Please note how tight the distributions are with the SD in all cases equal to, at most, 2% of the mean.

b) We also agree with the reviewer that we cannot assume that scaling between cell size and nuclear area in high density cultures would be the same as at low density. To address the validity of nuclear area as a proxy for cell size we used QPM to measure the dry mass per cell and compared it to the cell’s nuclear area. We know that for this cell type, nuclear area and dry mass are highly correlated across the different measurements we have done (Pearson correlation coefficient ~0.9; Figure 1—figure supplement 2A). As we can only reliably quantify dry cell mass in low density cultures (as cell-cell adhesion interferes with accurate segmentation), we could not obtain such high-quality data in confluent cultures. We certainly do not claim that the relationship between cell size and nuclear area necessarily scales 1:1 across the entirety of the growth curve, i.e.: there might not be an exponential decrease in cell size in high density cultures as reflected by the nuclear area. Nevertheless we do see a decrease in cell size at high density as reflected in: (i) a decrease in protein content using the SE dye (Figures 1F, Figure 1—figure supplement 5E, G), (ii) a decrease in protein content as reflected by BCA protein quantification from the same number of cells from high, medium and low density cultures (Figure 1—figure supplement 4D) and (iii) a decrease in cell volume measured by Coulter Counter as shown in Figure 1—figure supplement 4C. With that in mind, we have focused most of our work in the later parts of the manuscript (beyond Figure 1) on measurements in sub-confluent cultures, where QPM gives very accurate information about the dry mass of the cell.

At many points, the figure legends are insufficient for understanding what experiments were performed. The manuscript does not indicate the conditions in which cells were collected for flow analysis (e.g. SE-dye stains). A major point of Figure 1 is that cell size is dependent on culture density, but the density of the cultures used is not explicitly denoted throughout Figures 2-5 or anywhere in the text or Materials and methods.

We have revisited the legends for clarification as suggested by several of the reviewers. Cell number, the culture vessel and the approximate corresponding density have been explicitly reported in each legend.

The authors show no relationship between YAP overactivity and k (Figure 2E), but do show a relationship between CYR61 neutralization and k (Figure 4F). The apparent contradiction between YAP not being necessary for regulating growth rate and CYR61 being sufficient to alter growth rate is not addressed in the manuscript and could be related to the technical concerns listed above.

We would like to point out that the apparent “discrepancy” between the effect of CYR61 and k has been confirmed in several independent experiments. More specifically we consistently see that (1) the addition of recombinant CYR61 decreases k (Figure 5G, J), (2) the addition of anti-CYR61 antibody increases k Figure 5A, D), while (3) YAP5SA expression increases k (Figure 1D) and (4) knocking down YAP decreases k (Figure 3E). Our new data also supports that (1) YAP expression increases Ymax in a CYR61-dependent manner, but (2) YAP’s strongest effects on k are cell autonomous. Given that YAP mediates the transcription of not only CYR61, which is secreted, but a multitude of intracellular proteins, it is not completely surprising that the effect of YAP on k is not CYR61-dependent. One possible explanation for seeing an effect on k at all when low- density cells (still not contact inhibited) are treated with recombinant CYR61 or anti-CYR61 antibodies is that the effective concentration of CYR61 in these cultures becomes less dependent of the amount accumulated in the medium due to cellular production. We have not exhaustively investigated all other possible explanations, but our data does lead us to conclude with relative confidence that CYR61 and YAP overexpression do not have the same effect on k. We have added our thoughts on this discrepancy to the manuscript.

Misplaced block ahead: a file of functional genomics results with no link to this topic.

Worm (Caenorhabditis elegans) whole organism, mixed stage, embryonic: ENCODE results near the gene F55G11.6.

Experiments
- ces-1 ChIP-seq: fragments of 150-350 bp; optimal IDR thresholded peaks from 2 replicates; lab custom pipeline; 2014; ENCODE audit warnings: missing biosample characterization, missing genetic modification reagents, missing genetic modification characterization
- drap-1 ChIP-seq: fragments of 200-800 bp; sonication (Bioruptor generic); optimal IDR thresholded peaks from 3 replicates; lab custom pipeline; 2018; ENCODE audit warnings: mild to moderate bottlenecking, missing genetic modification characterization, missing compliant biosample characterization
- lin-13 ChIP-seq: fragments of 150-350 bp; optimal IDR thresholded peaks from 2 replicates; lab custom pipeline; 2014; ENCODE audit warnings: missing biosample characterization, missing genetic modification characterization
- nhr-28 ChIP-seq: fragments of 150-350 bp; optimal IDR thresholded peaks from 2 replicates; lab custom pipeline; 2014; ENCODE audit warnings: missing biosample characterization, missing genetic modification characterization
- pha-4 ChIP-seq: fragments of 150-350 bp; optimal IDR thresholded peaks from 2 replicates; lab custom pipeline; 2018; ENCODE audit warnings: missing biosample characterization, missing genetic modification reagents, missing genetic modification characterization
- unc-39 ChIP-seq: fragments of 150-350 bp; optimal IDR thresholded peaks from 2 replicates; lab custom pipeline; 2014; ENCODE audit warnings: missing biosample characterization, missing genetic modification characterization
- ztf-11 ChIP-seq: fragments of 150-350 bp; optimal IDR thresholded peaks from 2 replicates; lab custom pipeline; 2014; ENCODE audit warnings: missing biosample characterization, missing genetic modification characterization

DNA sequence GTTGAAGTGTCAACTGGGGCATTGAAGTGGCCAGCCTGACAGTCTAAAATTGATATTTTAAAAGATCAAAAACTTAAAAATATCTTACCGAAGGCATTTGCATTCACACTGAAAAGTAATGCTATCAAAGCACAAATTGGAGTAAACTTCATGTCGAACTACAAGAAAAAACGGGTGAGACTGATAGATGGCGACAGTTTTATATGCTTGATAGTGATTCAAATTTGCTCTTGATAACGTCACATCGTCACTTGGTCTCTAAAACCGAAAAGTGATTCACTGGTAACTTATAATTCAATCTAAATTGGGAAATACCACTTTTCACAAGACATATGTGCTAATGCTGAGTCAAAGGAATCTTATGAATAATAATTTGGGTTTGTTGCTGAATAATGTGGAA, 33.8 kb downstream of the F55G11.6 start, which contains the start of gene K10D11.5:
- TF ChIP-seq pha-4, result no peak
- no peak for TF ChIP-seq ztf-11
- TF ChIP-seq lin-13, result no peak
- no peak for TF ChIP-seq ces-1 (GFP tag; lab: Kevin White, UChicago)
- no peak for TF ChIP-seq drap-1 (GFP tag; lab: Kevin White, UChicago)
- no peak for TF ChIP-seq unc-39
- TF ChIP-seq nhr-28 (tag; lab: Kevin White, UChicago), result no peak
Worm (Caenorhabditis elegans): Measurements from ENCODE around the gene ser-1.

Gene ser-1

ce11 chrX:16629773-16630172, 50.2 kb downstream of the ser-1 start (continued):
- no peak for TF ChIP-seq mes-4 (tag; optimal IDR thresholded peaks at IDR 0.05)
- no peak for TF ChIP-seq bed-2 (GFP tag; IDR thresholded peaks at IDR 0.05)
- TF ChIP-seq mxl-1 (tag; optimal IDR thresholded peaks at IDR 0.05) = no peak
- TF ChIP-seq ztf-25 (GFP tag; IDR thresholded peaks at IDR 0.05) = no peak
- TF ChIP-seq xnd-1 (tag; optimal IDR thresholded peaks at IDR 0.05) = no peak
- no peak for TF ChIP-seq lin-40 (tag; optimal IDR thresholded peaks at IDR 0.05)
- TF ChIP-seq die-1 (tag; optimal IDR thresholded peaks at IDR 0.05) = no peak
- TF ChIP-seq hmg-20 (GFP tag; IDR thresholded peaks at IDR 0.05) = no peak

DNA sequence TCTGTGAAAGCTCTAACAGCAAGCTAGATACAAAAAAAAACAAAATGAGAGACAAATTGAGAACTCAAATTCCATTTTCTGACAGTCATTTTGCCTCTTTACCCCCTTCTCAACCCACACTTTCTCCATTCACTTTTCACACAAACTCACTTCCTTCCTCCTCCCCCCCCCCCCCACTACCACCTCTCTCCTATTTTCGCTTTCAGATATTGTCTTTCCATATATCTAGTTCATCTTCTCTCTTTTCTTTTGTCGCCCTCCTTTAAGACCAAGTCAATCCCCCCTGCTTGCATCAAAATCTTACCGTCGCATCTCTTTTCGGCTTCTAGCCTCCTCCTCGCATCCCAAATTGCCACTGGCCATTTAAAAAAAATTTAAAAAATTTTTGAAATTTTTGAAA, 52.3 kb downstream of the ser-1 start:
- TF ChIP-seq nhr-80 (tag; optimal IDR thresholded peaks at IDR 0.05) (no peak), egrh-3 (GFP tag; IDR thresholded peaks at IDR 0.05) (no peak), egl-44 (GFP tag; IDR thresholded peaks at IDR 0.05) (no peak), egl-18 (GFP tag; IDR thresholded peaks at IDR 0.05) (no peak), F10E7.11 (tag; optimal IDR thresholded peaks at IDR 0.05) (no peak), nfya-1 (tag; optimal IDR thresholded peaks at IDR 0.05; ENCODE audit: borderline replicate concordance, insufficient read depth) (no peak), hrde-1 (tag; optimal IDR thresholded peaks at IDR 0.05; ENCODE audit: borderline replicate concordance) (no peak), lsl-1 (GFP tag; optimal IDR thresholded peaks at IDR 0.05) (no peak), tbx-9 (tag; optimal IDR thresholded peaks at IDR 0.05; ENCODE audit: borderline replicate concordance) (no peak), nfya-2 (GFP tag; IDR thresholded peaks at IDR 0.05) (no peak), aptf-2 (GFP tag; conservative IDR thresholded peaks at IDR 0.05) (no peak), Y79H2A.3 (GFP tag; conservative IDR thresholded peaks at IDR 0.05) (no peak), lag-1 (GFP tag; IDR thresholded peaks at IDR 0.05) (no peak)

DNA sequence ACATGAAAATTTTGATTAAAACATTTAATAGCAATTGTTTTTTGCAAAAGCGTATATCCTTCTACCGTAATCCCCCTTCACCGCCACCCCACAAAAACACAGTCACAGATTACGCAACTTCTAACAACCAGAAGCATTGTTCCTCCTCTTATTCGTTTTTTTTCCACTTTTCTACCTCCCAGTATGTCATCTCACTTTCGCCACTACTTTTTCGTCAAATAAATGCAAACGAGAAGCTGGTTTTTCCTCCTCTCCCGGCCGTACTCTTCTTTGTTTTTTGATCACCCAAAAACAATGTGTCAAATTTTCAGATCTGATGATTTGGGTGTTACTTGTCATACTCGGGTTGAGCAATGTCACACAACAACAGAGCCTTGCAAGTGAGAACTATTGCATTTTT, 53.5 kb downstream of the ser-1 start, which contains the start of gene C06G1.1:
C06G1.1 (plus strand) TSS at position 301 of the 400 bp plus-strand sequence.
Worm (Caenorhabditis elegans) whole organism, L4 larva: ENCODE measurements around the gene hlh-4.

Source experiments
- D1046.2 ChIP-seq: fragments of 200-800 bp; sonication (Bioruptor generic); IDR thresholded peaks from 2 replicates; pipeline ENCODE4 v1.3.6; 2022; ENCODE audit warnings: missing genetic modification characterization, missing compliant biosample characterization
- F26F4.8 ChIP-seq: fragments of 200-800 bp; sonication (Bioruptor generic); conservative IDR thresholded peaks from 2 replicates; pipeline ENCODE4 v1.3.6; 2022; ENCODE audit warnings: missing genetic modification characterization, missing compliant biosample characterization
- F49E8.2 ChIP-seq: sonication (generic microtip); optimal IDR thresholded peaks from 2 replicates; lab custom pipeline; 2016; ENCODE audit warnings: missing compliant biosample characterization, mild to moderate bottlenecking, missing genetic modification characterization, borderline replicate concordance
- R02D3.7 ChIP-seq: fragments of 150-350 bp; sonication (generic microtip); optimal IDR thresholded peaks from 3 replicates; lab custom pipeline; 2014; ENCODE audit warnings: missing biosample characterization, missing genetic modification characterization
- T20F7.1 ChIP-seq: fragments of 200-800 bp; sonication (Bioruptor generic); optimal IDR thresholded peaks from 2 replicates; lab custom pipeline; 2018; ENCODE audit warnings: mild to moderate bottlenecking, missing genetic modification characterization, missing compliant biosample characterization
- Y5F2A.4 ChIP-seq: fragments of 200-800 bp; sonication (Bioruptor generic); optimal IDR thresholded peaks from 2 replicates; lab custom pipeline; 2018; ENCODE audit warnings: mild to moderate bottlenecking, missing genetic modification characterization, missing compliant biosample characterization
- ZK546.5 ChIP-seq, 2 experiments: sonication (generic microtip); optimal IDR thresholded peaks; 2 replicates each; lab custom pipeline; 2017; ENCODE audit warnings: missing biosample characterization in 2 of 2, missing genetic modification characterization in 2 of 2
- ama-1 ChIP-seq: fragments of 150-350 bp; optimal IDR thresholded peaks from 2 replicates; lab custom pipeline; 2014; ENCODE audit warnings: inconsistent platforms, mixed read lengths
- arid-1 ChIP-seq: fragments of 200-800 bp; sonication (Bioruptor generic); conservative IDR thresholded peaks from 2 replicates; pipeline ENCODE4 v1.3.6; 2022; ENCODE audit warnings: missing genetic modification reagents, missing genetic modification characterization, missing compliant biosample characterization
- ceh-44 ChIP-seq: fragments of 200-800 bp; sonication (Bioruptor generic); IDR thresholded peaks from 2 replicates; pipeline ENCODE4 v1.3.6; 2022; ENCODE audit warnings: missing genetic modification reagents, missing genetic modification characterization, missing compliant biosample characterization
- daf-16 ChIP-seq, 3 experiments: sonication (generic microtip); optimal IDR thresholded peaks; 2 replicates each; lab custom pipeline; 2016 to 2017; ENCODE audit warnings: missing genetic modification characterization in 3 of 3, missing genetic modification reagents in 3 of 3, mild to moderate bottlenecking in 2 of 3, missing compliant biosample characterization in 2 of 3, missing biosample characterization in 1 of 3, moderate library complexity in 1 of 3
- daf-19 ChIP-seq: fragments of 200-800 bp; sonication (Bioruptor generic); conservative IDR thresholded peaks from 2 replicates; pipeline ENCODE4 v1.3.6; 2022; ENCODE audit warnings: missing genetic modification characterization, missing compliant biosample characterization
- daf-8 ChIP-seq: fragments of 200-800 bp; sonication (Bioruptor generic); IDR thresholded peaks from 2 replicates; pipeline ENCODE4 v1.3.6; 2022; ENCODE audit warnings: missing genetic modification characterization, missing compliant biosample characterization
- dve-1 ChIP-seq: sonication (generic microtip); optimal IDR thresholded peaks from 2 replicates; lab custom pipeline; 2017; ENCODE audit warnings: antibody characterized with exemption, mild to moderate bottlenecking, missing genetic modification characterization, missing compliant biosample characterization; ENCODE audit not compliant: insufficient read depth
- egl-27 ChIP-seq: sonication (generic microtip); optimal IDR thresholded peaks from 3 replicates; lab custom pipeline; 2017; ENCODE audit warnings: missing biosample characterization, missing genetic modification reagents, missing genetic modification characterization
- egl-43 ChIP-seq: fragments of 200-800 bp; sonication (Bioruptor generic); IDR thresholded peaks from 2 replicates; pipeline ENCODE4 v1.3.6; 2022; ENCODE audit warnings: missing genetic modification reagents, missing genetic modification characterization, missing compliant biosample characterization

The main experiments the authors use to argue for non-cell autonomous effects of YAP is via co-culture and neutralizing antibody experiments. Firstly, co-cultures results can be confounded by complex mechanical constraints, especially if the two cell types have different cell sizes, as shown in Figure 2. Secondly, the authors did not show the effect of the anti-CYR61 antibody on wild-type cells (Figure 4A, D), and therefore it is difficult to interpret whether its effects are specific. It would be important to show these controls. Lastly, a complementary experiment showing that conditioned media produced by YAP5A cells can lead to similar effect in increasing k or Ymax in recipient wild-type cells would argue that phenotypes observed in co-culture are indeed mediated through secreted ligands.

a) We agree that co-cultures can be confounded by mechanical constraints. It is something that we specifically considered, and it is not clear why this was not commented on. We did not stop with co- culture but used a Transwell assay where the cells are not in physical contact (Figure 2D, E). We further showed the same activity using medium conditioned by 5SA-expressing cells (Figure 3H), where there are no possible interactions between living cells, such as reciprocal signaling.